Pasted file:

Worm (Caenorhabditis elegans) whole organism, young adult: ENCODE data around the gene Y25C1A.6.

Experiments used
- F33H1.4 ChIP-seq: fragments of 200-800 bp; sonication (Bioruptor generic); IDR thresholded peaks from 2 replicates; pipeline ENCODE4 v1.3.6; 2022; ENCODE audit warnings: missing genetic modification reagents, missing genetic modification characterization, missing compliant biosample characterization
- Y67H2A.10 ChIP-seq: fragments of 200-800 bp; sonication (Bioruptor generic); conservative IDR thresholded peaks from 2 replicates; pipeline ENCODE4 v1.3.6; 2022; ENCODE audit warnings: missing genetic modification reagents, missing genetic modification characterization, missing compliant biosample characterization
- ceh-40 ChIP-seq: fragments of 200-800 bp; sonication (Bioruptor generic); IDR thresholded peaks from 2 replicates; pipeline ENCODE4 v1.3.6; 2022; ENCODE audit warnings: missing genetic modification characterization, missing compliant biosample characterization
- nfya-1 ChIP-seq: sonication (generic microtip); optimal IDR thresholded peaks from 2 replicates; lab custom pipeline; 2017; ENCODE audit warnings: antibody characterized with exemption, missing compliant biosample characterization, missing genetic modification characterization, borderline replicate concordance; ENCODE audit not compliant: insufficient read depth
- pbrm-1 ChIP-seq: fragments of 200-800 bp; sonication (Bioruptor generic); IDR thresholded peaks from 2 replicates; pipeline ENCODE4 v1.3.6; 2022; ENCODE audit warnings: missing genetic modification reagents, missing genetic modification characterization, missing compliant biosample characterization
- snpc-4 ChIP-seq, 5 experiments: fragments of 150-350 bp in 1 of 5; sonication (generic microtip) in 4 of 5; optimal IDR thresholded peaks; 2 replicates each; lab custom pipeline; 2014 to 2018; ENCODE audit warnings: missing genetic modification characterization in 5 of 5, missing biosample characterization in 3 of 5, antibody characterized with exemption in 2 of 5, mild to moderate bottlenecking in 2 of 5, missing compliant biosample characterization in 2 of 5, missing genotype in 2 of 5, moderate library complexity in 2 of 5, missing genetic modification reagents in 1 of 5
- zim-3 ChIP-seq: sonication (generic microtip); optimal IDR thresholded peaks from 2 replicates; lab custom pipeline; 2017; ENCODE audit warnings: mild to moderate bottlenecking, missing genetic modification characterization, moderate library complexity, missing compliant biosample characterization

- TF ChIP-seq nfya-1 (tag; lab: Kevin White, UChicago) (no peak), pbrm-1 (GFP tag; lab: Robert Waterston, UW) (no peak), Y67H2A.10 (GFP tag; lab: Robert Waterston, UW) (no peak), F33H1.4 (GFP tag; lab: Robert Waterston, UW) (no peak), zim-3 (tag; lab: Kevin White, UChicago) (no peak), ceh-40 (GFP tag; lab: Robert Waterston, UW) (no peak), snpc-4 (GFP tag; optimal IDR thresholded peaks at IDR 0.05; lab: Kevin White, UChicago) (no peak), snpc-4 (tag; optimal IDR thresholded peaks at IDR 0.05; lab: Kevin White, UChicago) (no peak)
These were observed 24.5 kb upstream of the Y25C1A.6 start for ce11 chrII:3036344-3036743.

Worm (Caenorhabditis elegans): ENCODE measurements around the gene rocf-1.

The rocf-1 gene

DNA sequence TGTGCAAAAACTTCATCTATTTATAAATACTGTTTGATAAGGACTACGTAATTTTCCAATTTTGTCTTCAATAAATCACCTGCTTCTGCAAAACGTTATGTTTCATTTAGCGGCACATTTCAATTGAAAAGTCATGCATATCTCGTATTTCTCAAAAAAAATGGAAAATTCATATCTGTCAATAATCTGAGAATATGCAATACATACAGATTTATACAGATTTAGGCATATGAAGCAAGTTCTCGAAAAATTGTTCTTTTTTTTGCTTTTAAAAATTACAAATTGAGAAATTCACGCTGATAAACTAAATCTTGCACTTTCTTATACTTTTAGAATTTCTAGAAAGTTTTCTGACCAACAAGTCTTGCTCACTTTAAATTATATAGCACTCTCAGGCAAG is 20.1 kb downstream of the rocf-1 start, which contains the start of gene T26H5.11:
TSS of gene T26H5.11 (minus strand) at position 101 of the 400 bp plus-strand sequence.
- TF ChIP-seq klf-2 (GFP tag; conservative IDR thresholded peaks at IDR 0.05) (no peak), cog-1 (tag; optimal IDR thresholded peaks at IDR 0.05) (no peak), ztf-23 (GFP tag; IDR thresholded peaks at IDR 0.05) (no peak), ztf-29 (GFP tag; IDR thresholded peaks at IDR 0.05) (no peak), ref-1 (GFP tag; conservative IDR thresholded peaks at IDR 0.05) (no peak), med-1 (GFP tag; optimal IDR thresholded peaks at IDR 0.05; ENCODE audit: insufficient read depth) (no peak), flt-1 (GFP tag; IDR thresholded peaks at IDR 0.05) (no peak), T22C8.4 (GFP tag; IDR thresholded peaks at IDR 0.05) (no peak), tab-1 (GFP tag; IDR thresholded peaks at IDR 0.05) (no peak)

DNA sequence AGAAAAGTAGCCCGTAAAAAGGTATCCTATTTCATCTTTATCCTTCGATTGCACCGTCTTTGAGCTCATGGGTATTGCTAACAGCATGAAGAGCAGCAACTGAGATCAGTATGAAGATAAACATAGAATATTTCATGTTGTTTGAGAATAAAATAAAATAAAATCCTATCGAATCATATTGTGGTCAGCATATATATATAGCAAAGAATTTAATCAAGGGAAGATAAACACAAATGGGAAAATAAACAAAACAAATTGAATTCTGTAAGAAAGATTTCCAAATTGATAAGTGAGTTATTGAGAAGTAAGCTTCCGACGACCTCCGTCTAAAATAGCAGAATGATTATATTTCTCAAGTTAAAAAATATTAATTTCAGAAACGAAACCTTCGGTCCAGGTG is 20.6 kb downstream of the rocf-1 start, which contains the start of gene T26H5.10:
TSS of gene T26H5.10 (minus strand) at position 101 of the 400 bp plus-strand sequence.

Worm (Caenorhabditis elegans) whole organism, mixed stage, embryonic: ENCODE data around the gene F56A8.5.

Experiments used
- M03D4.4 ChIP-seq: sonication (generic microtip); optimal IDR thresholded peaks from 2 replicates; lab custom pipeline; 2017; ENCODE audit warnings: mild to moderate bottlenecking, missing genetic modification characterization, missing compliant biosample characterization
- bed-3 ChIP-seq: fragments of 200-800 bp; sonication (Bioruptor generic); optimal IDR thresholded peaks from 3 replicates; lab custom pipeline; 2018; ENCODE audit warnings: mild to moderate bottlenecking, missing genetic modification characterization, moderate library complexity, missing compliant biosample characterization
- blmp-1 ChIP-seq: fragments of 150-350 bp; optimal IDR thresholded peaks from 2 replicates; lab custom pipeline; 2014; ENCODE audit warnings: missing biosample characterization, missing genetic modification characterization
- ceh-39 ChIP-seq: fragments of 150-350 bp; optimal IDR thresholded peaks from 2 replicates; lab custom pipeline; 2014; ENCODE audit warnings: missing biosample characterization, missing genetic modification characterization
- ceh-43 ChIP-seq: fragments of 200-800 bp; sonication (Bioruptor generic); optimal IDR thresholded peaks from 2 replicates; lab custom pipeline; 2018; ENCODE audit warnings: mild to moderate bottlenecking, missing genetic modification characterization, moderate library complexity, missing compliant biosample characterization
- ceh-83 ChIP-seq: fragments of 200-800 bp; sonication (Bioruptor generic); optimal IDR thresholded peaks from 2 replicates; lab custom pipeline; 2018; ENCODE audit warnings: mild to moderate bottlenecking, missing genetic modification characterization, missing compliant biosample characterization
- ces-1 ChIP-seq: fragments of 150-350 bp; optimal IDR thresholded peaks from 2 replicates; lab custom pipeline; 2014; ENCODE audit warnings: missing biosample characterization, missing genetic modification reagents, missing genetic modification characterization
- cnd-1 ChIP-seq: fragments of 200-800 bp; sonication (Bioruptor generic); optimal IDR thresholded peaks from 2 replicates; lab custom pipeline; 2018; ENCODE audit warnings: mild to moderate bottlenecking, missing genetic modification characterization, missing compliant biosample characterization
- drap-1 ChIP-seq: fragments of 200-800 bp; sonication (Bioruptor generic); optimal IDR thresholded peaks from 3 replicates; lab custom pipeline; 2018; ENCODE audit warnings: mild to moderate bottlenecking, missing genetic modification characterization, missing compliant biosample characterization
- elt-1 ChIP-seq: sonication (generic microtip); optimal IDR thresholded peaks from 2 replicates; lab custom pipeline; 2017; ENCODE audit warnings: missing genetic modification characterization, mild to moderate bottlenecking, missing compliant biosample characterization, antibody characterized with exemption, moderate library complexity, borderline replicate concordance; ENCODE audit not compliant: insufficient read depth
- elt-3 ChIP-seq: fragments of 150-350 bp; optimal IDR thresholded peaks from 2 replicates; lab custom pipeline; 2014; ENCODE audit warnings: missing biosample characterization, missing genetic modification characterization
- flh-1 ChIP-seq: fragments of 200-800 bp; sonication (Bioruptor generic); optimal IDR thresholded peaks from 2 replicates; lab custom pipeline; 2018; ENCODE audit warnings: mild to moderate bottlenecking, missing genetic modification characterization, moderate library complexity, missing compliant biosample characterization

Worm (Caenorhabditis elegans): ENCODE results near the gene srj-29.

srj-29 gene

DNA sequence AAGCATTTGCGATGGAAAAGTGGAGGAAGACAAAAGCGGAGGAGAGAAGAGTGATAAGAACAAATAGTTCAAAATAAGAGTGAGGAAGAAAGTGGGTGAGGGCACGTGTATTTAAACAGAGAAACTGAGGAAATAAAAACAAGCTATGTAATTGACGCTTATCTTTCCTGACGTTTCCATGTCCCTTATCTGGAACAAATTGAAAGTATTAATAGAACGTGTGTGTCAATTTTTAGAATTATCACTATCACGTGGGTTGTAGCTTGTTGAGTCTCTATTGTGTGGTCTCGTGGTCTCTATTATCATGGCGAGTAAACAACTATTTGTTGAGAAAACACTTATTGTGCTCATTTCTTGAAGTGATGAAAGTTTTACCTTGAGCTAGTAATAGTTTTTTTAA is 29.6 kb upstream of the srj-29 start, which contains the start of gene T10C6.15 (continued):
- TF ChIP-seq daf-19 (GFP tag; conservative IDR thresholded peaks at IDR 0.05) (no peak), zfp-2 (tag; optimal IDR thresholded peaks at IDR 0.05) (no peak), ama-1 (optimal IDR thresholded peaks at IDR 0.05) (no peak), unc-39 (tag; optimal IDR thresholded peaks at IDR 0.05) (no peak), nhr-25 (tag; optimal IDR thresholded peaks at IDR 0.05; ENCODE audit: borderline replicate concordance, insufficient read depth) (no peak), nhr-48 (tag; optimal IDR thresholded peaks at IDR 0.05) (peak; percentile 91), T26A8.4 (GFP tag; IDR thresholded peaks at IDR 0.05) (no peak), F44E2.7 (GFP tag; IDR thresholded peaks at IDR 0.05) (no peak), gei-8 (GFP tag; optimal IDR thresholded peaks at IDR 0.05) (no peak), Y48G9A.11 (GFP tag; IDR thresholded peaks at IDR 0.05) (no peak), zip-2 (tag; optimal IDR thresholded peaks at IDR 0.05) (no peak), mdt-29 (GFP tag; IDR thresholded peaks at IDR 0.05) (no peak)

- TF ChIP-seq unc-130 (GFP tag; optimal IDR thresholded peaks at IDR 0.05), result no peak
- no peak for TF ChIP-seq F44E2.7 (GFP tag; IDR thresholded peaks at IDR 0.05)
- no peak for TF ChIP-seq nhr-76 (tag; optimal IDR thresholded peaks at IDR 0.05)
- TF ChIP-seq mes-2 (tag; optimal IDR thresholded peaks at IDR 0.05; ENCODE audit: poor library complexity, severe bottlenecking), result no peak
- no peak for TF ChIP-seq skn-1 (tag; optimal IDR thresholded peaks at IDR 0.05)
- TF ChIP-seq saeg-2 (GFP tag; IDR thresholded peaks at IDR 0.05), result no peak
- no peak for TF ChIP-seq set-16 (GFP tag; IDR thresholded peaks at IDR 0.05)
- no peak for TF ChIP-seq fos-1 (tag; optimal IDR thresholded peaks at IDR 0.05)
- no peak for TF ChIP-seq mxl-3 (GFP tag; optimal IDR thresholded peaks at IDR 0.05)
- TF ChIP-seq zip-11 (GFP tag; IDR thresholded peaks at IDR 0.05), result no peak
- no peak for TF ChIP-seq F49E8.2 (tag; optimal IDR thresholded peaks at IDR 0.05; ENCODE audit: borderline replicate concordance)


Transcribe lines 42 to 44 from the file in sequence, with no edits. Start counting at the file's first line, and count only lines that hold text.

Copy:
- TF ChIP-seq saeg-2 (GFP tag; IDR thresholded peaks at IDR 0.05), result no peak
- no peak for TF ChIP-seq set-16 (GFP tag; IDR thresholded peaks at IDR 0.05)
- no peak for TF ChIP-seq fos-1 (tag; optimal IDR thresholded peaks at IDR 0.05)